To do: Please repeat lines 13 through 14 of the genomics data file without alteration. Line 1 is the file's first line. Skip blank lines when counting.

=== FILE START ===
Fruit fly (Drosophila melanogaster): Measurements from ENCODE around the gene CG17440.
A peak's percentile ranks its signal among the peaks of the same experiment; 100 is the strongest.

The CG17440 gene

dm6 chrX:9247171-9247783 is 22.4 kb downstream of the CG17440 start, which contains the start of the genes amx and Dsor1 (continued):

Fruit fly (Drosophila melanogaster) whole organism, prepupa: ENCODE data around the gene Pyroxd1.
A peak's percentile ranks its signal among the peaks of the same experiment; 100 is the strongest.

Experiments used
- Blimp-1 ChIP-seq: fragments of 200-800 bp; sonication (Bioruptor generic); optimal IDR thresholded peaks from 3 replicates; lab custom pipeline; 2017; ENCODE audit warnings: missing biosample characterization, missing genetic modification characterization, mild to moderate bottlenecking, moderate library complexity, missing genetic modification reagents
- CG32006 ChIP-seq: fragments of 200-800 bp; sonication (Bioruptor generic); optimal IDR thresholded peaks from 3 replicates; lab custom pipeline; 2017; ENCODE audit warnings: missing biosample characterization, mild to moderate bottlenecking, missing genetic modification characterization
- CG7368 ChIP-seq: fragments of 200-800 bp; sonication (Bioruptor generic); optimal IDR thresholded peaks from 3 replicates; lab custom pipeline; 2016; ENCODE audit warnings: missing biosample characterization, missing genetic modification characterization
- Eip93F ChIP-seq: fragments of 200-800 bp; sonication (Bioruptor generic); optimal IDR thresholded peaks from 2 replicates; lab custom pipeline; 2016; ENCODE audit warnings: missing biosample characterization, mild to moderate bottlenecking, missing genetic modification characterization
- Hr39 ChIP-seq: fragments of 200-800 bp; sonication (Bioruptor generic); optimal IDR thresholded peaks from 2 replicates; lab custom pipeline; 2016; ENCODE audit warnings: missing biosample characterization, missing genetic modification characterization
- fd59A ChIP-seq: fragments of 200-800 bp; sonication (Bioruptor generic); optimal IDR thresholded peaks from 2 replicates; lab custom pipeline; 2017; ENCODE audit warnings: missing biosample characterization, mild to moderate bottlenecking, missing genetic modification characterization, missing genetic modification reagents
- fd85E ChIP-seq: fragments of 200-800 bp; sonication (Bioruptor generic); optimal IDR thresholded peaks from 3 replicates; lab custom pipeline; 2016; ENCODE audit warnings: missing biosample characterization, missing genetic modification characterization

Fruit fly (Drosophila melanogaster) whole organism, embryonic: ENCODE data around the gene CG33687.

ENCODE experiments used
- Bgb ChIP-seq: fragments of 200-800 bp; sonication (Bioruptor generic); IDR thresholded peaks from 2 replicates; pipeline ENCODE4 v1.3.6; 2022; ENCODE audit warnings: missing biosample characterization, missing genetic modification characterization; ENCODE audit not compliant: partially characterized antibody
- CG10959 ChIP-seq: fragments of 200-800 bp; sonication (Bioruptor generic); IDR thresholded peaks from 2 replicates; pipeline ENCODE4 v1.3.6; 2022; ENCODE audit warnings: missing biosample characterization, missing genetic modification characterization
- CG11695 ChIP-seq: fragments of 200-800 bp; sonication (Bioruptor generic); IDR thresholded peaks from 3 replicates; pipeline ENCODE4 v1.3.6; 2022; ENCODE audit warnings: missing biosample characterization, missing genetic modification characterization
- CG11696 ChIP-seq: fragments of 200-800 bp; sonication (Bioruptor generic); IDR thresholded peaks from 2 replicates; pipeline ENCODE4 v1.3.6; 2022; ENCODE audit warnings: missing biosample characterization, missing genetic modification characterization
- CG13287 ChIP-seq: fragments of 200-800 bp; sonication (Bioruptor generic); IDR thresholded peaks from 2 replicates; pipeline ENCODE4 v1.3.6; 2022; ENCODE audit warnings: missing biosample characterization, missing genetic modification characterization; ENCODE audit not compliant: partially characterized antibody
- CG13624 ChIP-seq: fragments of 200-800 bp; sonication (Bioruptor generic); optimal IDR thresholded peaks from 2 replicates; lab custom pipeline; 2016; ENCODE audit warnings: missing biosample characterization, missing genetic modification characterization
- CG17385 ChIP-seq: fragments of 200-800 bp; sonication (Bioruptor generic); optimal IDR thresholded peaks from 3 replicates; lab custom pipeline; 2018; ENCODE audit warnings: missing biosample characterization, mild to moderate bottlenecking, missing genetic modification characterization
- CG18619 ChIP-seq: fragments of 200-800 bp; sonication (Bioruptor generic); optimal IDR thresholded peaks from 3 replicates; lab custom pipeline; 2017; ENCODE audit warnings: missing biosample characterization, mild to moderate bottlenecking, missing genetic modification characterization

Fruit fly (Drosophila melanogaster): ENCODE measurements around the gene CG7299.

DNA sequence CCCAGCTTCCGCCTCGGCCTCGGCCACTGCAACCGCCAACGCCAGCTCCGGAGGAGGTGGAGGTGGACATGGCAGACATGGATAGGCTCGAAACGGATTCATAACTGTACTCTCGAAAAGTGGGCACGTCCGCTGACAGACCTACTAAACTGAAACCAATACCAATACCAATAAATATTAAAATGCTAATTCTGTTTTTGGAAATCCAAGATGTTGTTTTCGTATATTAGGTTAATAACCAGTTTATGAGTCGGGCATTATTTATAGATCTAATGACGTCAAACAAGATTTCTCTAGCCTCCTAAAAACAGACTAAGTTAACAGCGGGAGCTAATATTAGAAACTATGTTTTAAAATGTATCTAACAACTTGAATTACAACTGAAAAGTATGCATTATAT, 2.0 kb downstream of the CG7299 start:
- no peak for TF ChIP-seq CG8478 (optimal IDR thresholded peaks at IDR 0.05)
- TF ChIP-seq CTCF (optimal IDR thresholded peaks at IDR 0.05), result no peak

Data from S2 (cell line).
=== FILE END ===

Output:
- fd59A ChIP-seq: fragments of 200-800 bp; sonication (Bioruptor generic); optimal IDR thresholded peaks from 2 replicates; lab custom pipeline; 2017; ENCODE audit warnings: missing biosample characterization, mild to moderate bottlenecking, missing genetic modification characterization, missing genetic modification reagents
- fd85E ChIP-seq: fragments of 200-800 bp; sonication (Bioruptor generic); optimal IDR thresholded peaks from 3 replicates; lab custom pipeline; 2016; ENCODE audit warnings: missing biosample characterization, missing genetic modification characterization